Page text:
Including US$50 million worth of properties in New York and Los Angeles, at least US$238 million was reportedly transferred to an offshore company owned by Mr Aziz called Red Granite Capital from another offshore company set up to resemble an Abu Dhabi company 1MDB did business with. The money was also used to finance the 2013 movie – “The Wolf of Wall Street”.
The offshore company – Aabar Investments PJS – received more than US$3.5 billion from 1MDB over several years. Documents from the WSJ show that Red Granite Capital received US$133 million in June 2012 from the offshore company. And a month later Mr Aziz sprung into action and bought the London mansion – without a mortgage.
1MDB is today at the centre of corruption probes by authorities in Malaysia and eight other nations – Switzerland, Singapore, United Arab Emirates, Luxembourg, United States, Hong Kong, Australia and United Kingdom. OK, forget about Malaysian authorities because all have been sacked, promoted or rewarded to clear PM Najib Razak’s involvement.
The burning question to United Kingdom is this – while her buddy, the U.S. FBI, is busy investigating the allegations of money laundering by Riza Aziz, what has the U.K. authorities done so far? Did Cameron even realize that RBS Coutts in Zurich, owned by Royal Bank of Scotland, is one of the banks that had transferred 1MDB’s money out of Malaysia?
True, the UK’s Serious Fraud Office is currently looking into Royal Bank of Scotland’s involvement in the scandal, but it was only after whistle-blower Sarawak Report’s exposure that the UK authorities started lifting their fingers. Strangely, Singapore authorities also have the same disease – sprang into action only after revelations by the WSJ.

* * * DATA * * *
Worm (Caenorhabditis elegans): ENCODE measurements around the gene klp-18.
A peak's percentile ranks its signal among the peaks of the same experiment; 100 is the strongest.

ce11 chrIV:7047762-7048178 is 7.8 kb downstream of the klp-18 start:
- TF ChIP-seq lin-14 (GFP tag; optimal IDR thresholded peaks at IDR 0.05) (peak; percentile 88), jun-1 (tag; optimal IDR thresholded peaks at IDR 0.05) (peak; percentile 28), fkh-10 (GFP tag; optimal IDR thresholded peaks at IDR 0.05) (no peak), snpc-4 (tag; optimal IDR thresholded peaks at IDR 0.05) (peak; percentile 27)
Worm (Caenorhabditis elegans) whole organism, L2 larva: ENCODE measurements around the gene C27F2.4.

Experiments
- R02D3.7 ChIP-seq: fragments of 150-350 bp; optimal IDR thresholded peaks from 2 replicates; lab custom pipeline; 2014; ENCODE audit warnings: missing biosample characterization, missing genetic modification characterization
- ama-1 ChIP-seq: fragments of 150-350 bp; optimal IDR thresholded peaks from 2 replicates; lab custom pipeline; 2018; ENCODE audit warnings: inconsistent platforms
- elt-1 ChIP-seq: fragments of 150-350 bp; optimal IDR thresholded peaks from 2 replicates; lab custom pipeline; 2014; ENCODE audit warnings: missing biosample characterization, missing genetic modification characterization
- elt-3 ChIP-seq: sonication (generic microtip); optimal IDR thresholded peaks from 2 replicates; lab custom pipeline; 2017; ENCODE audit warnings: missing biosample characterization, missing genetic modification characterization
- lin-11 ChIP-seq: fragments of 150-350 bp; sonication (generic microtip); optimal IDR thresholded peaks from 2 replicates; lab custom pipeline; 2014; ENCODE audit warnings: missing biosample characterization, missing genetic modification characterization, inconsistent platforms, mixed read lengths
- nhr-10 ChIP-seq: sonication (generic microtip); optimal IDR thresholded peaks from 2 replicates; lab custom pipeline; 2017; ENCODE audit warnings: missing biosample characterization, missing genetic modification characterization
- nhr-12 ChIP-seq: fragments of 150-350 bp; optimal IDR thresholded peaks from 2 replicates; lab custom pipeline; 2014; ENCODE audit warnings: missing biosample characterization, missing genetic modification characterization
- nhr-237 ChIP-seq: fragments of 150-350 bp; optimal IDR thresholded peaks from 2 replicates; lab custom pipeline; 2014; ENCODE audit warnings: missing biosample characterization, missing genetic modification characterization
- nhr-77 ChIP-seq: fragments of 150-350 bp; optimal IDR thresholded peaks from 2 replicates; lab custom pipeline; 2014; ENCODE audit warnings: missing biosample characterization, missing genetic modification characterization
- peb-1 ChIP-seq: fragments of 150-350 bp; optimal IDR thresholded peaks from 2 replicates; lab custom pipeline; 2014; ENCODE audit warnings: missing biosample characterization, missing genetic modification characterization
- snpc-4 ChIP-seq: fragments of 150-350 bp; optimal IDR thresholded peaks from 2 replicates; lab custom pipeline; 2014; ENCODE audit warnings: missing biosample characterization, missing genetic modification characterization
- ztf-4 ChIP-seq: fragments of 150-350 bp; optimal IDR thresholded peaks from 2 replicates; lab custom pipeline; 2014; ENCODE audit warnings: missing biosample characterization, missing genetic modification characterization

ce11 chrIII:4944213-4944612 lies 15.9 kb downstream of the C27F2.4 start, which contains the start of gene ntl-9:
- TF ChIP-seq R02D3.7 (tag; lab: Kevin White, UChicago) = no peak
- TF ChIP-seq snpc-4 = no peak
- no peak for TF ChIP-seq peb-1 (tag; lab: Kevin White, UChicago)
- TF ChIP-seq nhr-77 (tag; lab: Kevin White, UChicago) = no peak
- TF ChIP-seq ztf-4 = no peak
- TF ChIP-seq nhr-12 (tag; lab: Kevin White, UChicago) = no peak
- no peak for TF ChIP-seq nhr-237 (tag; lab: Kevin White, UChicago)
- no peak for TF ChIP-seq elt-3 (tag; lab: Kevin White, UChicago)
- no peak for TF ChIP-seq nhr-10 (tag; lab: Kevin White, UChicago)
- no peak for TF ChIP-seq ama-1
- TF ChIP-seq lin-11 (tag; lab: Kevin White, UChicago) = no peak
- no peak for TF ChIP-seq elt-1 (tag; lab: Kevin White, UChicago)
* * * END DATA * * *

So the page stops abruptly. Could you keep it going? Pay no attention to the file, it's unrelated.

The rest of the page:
Get real, Riza Aziz bought his London mansion close to four years ago and nobody in UK cares about where he got his millions. There’s little doubt that Britain is a “safe haven for corrupt money”, and David Cameron and Queen Elizabeth II should be proud of it. How come? That’s because they knew about the corrupt money industry and has virtually done nothing about it.
In fact, Britain would rather play dumb and close one eye as long as money flows into the country, regardless of the source of it. Any proof that the UK is as corrupt as Nigeria or Afghanistan? Jonathan Marland, a House of Lords member and former British trade envoy practically worships PM Najib Razak for bringing RM4 billion Battersea redevelopment investment.
That’s fine because UK is in desperate need of foreign money. What is unacceptable was when questioned by British Channel 4 News journalist; Lord Jonathan Marland had the cheek to say he didn’t know about the news of US$681 million found in PM Najib’s personal account, despite the 1MDB scandal being investigated in 8 nations, including United Kingdom.
As Baron Marland, not only was his comment an insult to the international business community intelligence, he has essentially brought shame to Cameron administration, the United Kingdom and the Queen Elizabeth II. Considering that one in 10 properties in the City of Westminster and £120 billion worth of properties in England and Wales are owned offshore, it’s puzzling Cameron bitches about corruption.